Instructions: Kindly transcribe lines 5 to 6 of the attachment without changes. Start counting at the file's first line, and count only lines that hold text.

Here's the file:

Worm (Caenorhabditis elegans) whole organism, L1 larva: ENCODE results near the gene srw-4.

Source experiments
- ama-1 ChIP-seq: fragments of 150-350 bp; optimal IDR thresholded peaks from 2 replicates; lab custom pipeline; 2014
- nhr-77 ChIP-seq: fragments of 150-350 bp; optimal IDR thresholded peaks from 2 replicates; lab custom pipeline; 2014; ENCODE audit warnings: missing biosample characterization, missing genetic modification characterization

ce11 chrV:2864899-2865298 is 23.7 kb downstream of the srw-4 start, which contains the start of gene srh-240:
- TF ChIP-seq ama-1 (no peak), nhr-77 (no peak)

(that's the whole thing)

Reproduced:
ce11 chrV:2864899-2865298 is 23.7 kb downstream of the srw-4 start, which contains the start of gene srh-240:
- TF ChIP-seq ama-1 (no peak), nhr-77 (no peak)